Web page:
A mark of a solid modern portable PA system lies in its flexibility. As any regularly gigging performing musician, DJ/KJ, or live sound provider has experienced, sound reinforcement needs are often unknown until we are on site to size up the space. Though we don’t want to unnecessarily carry around extra weight and size, we don’t want to arrive with a potentially underpowered rig, either. Personally speaking, the worst gigs I’ve ever played seem to include an undersized, underpowered PA in an oversized untreated room (or outdoor setting).

In use, this P1500X/P1800SX rig did not disappoint. The full range cabinet’s built-in three channel mixer was ideal for small environment, one- to two-person “acoustic” performances; except for one instance (where two vocal mics and a DI acoustic guitar input required an external mixer), the P1500X served as our only PA component, placed on its side as a floor monitor and angled for both the performer and bar patrons. Even with the HPF engaged and levels pushed near maximum SPL, both vocal and acoustic guitar low frequencies were full and rich—notably more so than with other standard PA cabinet options I’ve regularly used—while high-frequency details were precise and pleasing to the ear.

Next, I rolled out a mono P1500X/P1800SX rig with CVPOLE-1A pole mount to DJ a wedding party featuring prerecorded music only. Did this system convince the revelers to dance? You bet it did! The wedding had club-quality sound, and the largely 20-something crowd sweated on the dance floor for two hours to prove it. For this reason, I’d recommend any bar or small club owner to check out a P1500X/P1800SX system, mono or stereo based on budget, before investing in any portable PA with the goal of getting their customers moving on the dance floor.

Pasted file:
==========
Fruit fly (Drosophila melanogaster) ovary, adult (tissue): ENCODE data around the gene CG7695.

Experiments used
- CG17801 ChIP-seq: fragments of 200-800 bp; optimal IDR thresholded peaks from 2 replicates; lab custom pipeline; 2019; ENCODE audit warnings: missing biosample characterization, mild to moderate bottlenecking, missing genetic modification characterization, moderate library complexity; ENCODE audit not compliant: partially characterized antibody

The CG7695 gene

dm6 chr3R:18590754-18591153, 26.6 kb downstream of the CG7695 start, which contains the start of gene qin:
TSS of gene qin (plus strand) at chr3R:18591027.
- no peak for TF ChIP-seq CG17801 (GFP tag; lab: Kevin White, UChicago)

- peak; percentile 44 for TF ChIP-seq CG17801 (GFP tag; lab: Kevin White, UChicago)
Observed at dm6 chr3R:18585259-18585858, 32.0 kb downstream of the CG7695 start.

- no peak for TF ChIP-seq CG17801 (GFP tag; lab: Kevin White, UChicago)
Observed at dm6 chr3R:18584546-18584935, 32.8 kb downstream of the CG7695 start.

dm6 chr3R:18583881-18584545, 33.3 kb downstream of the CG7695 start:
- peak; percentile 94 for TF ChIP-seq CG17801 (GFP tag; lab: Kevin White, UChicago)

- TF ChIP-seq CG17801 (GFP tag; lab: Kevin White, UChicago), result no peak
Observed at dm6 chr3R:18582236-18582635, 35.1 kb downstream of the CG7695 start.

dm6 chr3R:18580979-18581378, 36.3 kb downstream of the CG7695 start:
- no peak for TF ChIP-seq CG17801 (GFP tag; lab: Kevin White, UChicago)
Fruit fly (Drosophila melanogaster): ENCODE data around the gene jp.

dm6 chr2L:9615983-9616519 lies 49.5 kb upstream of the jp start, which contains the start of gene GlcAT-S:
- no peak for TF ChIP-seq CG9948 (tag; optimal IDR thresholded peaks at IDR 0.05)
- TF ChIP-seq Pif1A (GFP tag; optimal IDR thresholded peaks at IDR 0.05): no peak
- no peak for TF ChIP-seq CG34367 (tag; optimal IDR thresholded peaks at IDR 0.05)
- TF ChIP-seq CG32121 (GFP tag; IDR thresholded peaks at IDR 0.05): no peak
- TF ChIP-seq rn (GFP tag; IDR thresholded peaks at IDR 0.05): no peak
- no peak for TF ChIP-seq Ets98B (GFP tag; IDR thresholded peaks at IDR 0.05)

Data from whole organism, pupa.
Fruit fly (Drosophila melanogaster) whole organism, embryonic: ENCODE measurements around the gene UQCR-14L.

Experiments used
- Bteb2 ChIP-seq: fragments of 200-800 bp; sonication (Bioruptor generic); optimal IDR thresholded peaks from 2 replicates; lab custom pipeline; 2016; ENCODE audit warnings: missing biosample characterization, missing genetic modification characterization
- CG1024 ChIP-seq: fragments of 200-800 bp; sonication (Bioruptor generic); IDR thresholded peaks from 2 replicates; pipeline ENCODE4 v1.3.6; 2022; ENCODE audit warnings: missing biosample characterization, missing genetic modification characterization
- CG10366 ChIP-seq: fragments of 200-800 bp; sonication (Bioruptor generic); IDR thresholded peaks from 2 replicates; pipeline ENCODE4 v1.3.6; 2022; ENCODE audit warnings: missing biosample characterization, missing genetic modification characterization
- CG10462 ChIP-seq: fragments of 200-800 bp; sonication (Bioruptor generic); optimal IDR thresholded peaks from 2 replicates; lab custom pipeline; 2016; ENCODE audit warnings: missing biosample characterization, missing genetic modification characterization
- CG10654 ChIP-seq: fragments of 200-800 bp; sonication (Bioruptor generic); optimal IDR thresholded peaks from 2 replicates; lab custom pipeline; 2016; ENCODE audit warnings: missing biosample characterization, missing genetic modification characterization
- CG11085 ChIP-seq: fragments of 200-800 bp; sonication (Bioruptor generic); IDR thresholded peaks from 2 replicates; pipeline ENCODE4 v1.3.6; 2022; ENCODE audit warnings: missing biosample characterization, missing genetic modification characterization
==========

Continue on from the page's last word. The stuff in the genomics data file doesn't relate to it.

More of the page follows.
Finally, a full stereo P1500X/P1800SX system (dual tops and dual subs) delivered what the father-of-the-bride deemed “concert sound!” for his daughter’s outdoor wedding and reception featuring a full retro R&B band with prerecorded modern dance music between sets. This is where Cerwin-Vega’s R&D efforts become clear; the P-Series with Vega Bass Boost is basically “instant club sound.” However, I must note that the band (myself included) still preferred using the system without Bass Boost during live performance; engaged, Bass Boost sunk vocals and lead instrument melodies too far back in the frequency mix for our tastes. No big deal, though—we simply switched in Vega Bass for music DJing between band sets and back off for our performances.

The P-Series ships with a well-written user’s manual. For less confident and/or experienced users, its six application examples provide users with most common signal flow scenarios—a good starting point for most every gig.

Summary

Comparing Cerwin-Vega’s Active Series and the new P-Series components isn’t exactly apples to apples; if I could only have one pair of portable powered PA speakers, I’d still choose the full-range CVA-28 (800 W peak/400 W continuous power at $599 street, each) enclosure for its overall sound and build quality (featuring painted wood cabinets and a construction resembling high end touring/line array systems). However, to meet the same power capabilities of the full-range P1500X, you’d need dual CVA-28s per side.

Further, C-V’s Active Series is far less flexible that the new cost-conscious P-Series; the singer/songwriter setup described earlier wouldn’t be possible with just a CVA-28. For potential portable PA buyers with a truly wide range of gigs, I’d recommend an initial purchase of a mono P1500X/P1800SX rig, which could essentially cover most any gig where the band (or DJ, or KJ, or combination thereof) is expected to provide its own sound reinforcement. From there, a stereo P1500X/P1800SX system is only bigger, better, more flexible, and more than ready for the 2013 outdoor live gigging season.

Strother Bullins is an active gigging musician, self-recordist, and the Editor of Pro Audio Review. prosoundnetwork.com.

Contact: Cerwin-Vega | http://www.cerwin-vega.com